Putting it to the test: It’s hard to believe the app isn’t operated by magic

Google is hoping its Translate app will break down the language barrier once and for all, with the addition of a voice-translation mode.

The app’s latest update offers immediate spoken-word translation between dozens of languages, meaning users can converse with waiters in far flung restaurants, or liaise with hotel staff without stumbling over complicated consonants clusters, or indecipherable characters. The new conversation mode acts as a near-real-time translator, letting travellers carry out conversations with someone speaking a different language.

The app also features a camera translation mode, which translates words found in images, allowing app users to decode signs or menus simply by tapping the app’s “Word Lens” feature, holding their smartphone camera over the text, and reading the translation, which appears in real time. Never again will unsuspecting tourists accidentally order sheep head or donkey testicles.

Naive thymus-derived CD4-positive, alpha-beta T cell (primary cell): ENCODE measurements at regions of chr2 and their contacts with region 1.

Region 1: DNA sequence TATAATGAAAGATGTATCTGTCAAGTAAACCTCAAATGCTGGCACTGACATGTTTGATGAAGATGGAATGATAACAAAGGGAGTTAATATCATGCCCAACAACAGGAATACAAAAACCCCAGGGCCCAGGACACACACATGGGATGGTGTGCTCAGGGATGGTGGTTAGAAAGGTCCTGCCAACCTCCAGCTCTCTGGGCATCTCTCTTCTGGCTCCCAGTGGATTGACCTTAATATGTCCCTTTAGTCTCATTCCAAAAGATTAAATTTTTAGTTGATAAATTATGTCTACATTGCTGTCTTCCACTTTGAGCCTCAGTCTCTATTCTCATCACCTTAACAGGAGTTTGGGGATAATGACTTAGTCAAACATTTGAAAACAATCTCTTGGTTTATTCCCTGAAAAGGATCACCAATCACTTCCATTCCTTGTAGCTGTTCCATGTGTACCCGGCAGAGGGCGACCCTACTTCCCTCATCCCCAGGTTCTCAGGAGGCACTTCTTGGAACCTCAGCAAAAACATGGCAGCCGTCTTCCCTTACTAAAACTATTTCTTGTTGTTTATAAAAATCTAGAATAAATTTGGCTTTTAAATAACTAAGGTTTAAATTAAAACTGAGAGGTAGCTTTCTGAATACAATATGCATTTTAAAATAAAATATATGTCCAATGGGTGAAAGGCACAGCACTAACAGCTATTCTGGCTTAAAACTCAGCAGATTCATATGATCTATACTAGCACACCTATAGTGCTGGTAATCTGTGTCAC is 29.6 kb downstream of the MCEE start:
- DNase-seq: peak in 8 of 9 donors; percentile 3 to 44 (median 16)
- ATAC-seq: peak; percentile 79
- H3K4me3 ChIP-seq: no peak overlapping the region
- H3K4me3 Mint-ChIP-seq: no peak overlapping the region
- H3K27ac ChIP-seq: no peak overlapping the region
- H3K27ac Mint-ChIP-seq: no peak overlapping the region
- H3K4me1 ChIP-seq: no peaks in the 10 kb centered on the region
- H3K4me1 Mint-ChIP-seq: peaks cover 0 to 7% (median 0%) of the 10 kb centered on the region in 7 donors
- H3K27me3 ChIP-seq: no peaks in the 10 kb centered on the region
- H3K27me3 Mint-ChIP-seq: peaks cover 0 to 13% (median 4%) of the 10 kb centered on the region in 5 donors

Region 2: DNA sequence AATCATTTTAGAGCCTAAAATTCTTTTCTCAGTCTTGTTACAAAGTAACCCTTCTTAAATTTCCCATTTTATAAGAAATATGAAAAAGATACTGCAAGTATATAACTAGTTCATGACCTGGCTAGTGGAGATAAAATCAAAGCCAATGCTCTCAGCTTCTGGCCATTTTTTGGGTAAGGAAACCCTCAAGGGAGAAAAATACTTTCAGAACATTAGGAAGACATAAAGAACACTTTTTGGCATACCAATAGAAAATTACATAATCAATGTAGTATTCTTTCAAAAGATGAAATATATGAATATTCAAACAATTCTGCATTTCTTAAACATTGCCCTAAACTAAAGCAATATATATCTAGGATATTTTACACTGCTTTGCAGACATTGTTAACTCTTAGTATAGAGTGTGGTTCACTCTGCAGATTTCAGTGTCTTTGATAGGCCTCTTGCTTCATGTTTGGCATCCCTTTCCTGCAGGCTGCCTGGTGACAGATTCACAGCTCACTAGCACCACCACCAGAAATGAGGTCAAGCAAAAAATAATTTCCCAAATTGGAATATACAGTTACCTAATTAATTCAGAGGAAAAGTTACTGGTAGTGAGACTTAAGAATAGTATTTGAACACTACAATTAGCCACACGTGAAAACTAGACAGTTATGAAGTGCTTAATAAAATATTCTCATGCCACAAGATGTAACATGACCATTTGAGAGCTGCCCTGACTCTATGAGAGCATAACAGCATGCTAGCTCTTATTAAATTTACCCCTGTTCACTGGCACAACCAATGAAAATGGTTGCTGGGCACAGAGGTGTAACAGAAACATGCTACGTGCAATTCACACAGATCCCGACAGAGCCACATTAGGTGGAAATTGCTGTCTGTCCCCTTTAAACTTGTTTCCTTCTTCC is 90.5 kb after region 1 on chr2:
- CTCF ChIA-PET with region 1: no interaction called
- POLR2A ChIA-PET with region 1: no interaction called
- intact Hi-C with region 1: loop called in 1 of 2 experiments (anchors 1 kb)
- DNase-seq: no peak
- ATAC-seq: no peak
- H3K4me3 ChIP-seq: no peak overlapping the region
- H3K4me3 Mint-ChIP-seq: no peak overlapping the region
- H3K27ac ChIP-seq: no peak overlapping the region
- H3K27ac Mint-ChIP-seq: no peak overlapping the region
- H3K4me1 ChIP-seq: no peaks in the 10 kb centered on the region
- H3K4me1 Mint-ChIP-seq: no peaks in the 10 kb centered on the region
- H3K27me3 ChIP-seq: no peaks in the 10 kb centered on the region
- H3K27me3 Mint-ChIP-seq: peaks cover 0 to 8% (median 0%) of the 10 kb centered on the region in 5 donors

It’s hard to believe the Google Translate app isn’t operated by magic. As I hover my phone over the Starter menu at Russian restaurant Mari Vanna in Knightsbridge, the English translation shimmers into view on my screen, revealing delicacies such as ‘caviar from eggplants’ and ‘salad with veal’. I order with ease, before flipping over to the Mains to see what other tasty treats Russia has in store for me.

 

With the app, I’m able to be adventurous, try new things, and converse easily with the waiter to see what he recommends. There’s no doubt it would be a useful tool on holiday, so long as we remember to look up from our smartphones occasionally to truly appreciate the sights of whichever country we’re visiting.  

There are some limitations, however. Although the conversation mode currently works in 38 different languages, the photo translation can currently only convert into English, French, German, Italian, Portuguese, Russian, and Spanish.

There is also a fear that linguistic nuances might be lost in translation. "For basic things, it might be very useful,” says Ariane Bogain, a senior lecturer in modern foreign languages at the University of Northumbria. "But it is never going to pick up the nuances, the cultural references or the humour.” 

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